Do you want to include some side view stairs or slopes on your maps but aren’t sure how to let your players use them? Let’s take some time today to see how we can use events to make the most of these stairs.
I’ll be using Avery’s side view stairs for this tutorial, but use whatever tiles work best for your map. With our tiles picked, we can add some staircases to our maps… And realize right away that there are a lot of tiles involved. How do we know where our player should walk?
It’s a lot easier to see where to go when you overlay the map with a tile grid, such as when you’re in the events editing mode. With a grid over the stairs, you can see where our player needs to walk diagonally to stay on the stairs and where they should walk normally again.
And if it’s still tough to figure out, make sure to use the preview option in the move route!
Now that we have a general idea of what needs to happen, how do we get our player to walk up or down the stairs? We have two options: forced movement and giving control to the player. Let’s look at the easier option first, force movement.
To force our player to use the stairs properly we’ll need at least two events, one to walk up the stairs and one to walk down them. The main setup is the same for both, with the Priority set to ‘below characters’ and the Trigger set to ‘player touch’ so that as soon as our player steps onto the event a move route will force them to use the stairs.
To move up the stairs we’ll need to move Upper Right twice and then Right once.
And our move route to walk down the stairs is moving Lower Left twice and then Left once.
With our events made, we can copy-paste them onto the rest of the stair tiles so that our player can walk on the stairs no matter their approach. If we were going to have a lot of staircases that are the same size we could even set up common events for walking on the stairs where the direction our player is facing will affect if they’re walking up or down the stairs, but that’s not necessary for this example.
All that’s left is to playtest and make sure we can move properly on the stairs.
Now, forced movement is great for short staircases or slopes, but what if we had a really long staircase and our player realized halfway up that they left something behind? They would need to finish going up and then turn around to move the whole way back down the stairs. So why not give our player control over their stair-walking?
To give our player control, we’ll need to change what the Left and Right buttons do when they are pressed on the stairs. For this example, let’s make pushing the Left button force the player to move to the Upper Left via a move route and the Right button move Lower Right. An autorun event will let us do that, but we’ll also need to let it know when it should activate so we don’t have our player walking diagonally around the rest of the map.
While we could use events like our forced movement ones to activate the stair autorun, for this example let’s use regions and a parallel process. We’ll mark the top and bottom of the staircase with two different regions, 10 and 11 in this case. These regions will help us tell our event when our player is stepping onto the stairs and when they’re stepping off them.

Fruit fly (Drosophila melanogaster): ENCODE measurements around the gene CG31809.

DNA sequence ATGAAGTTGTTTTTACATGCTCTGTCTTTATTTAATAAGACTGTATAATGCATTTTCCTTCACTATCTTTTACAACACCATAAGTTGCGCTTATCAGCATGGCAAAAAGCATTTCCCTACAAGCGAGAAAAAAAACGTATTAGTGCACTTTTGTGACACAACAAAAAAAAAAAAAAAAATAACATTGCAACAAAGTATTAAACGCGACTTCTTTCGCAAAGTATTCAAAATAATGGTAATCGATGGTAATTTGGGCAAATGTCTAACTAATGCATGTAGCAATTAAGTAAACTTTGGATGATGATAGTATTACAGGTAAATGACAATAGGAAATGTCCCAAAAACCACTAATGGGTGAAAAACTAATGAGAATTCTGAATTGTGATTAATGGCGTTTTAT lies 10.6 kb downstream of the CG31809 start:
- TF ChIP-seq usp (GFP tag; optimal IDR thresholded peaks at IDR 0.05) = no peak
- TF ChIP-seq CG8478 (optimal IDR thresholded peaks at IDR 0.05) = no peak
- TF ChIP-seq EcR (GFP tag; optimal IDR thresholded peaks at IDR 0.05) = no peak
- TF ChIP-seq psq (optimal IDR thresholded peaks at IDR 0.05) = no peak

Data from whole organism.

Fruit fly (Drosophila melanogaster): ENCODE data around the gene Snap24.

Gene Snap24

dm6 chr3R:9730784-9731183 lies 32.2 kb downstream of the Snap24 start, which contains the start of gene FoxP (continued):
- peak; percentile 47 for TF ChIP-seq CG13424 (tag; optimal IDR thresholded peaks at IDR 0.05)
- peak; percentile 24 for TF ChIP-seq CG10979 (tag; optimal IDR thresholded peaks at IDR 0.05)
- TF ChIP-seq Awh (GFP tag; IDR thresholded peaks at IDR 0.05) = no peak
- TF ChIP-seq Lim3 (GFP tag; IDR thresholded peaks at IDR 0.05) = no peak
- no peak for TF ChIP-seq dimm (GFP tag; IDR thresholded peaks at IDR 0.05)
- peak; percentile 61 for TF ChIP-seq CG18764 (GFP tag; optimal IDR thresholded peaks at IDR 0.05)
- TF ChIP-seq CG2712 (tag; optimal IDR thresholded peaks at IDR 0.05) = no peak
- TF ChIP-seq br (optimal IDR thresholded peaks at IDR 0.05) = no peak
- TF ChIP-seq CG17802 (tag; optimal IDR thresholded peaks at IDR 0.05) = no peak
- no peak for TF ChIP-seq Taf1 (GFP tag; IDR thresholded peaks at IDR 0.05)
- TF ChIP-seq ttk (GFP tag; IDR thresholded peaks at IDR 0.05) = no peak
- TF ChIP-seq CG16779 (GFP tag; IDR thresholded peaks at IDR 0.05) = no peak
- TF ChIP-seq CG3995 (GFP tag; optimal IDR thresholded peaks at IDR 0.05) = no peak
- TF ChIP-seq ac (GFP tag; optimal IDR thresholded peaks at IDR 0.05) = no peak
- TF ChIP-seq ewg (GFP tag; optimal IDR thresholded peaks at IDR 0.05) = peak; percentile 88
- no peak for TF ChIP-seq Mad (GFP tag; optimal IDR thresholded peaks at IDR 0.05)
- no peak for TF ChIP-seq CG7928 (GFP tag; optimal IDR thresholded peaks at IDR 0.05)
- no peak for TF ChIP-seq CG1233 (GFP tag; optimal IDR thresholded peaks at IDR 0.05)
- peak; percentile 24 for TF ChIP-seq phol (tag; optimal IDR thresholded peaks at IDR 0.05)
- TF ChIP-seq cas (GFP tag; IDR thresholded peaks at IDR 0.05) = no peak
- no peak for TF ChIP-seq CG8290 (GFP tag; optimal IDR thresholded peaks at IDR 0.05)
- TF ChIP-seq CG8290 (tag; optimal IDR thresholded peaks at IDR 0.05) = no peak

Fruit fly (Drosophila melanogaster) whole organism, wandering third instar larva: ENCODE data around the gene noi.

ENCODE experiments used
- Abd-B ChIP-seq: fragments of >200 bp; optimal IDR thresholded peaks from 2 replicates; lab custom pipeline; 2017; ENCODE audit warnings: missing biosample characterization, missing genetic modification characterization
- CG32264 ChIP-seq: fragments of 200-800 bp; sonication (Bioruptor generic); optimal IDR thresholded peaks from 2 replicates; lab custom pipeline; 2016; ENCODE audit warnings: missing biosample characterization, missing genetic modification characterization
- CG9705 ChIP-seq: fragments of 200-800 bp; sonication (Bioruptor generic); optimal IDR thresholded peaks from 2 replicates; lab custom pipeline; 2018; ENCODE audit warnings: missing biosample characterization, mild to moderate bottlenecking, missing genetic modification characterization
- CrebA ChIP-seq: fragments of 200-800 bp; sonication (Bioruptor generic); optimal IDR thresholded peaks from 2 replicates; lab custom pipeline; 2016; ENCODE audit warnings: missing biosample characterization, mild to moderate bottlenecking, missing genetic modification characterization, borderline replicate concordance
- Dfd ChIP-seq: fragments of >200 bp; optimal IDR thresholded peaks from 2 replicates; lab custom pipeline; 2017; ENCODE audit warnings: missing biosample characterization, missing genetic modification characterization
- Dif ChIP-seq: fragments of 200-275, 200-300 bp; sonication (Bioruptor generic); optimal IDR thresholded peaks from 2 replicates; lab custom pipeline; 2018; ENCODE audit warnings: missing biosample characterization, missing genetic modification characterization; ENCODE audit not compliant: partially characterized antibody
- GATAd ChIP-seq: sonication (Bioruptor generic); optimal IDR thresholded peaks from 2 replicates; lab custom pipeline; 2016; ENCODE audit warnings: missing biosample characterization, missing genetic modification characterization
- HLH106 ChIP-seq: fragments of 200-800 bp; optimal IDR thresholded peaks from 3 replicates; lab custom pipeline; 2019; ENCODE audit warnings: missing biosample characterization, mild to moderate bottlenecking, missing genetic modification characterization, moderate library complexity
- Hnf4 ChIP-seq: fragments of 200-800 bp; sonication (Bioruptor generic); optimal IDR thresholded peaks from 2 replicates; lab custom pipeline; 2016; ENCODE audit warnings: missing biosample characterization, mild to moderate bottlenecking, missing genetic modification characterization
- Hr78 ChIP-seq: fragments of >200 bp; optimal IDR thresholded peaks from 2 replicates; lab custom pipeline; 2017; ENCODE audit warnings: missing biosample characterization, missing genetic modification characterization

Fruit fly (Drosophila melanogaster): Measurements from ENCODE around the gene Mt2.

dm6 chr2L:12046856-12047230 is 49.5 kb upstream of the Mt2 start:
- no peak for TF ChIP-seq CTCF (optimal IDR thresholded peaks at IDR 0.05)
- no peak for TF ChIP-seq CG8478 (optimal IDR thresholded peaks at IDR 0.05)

Our control event for this needs its first page’s Trigger set to ‘parallel’, with two conditional branches to see if our player is standing on one of our chosen regions and a short wait. We could have the event set a variable to the region our player is standing on with the ‘get location info’ command and then have the conditional branches check if that variable equals 10 or 11, for this event let’s use the script call $gamePlayer.regionId() == n in our conditional branches instead. If our player is standing in either region, it’ll turn the self-switch A On which will activate our second page.
Our second page is set to ‘autorun’, so that our player can only move how we want them to. A conditional branch for both when the Left button is pressed and when the Right button is pressed can let us replace that movement with a diagonal move route, but we need to nest another conditional branch into those conditional branches. After all, if we don’t have a way to check if our player is standing on one of our regions there’s no way for our event to know when our player is done moving diagonally.
Since region 10 is the one on the left side of our stairs, we need to nest a conditional branch to check for that region in the Left button conditional branch. If our player is standing on region 10 and is pressing left, then they’re stepping off of the stairs and we need to turn self-switch A Off. If our player isn’t standing on region 10, then they are still moving on the stairs so they need to move diagonally. Then we just need a similar setup to check if they are trying to move right while on region 11, and our event should be good to go.
With our event and map ready, we can playtest and make sure it’s all working properly. If we wanted to include multiple staircases that go in both directions we could use another set of regions to activate a third page where the directions are changed to keep our player on the stairs.
With that, now we can add diagonal movement to slopes and stairs to our games! Are there any other ways you could see using this in your games?
Have you ever made or seen a “I need this thing, otherwise I cannot continue working on my game!” type of request? While I understand that some elements can be crucial to have, there is no reason to have the lack of a resource restrain you from working on your project. In fact, the lack should not affect you at all - for the moment.